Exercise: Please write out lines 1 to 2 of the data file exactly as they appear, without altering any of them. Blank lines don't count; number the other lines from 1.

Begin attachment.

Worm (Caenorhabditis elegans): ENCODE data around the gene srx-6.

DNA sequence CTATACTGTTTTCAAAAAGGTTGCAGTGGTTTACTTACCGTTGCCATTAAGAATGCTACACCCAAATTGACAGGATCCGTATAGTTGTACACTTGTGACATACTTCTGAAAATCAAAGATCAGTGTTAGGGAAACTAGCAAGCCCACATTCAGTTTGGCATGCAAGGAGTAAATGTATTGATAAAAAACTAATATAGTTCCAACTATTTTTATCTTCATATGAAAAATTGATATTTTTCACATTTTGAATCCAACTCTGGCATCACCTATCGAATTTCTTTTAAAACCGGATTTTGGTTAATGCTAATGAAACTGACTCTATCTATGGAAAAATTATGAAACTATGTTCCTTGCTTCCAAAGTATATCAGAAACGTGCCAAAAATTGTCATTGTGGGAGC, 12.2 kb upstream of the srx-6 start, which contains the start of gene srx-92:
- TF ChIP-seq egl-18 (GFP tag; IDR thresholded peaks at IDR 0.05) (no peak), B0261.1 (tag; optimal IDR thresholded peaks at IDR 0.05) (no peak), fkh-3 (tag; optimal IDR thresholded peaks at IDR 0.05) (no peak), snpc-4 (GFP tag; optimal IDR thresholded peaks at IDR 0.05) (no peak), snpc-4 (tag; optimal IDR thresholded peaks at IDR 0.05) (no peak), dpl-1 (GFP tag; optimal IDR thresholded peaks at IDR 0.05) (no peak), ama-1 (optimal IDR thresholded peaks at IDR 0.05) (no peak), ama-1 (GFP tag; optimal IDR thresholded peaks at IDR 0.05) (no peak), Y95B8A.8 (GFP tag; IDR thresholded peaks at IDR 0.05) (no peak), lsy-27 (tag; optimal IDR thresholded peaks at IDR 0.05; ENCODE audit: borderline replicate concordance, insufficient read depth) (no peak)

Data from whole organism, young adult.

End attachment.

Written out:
Worm (Caenorhabditis elegans): ENCODE data around the gene srx-6.

DNA sequence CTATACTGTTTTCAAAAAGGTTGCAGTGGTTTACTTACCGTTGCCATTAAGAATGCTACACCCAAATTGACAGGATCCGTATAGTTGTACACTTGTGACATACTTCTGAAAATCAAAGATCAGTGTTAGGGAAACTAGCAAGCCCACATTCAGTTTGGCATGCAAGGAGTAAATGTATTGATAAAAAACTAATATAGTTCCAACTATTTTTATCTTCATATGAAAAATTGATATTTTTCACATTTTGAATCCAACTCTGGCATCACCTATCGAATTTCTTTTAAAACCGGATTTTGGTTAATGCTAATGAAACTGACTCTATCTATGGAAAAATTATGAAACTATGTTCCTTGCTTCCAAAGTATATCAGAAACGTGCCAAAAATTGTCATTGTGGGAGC, 12.2 kb upstream of the srx-6 start, which contains the start of gene srx-92: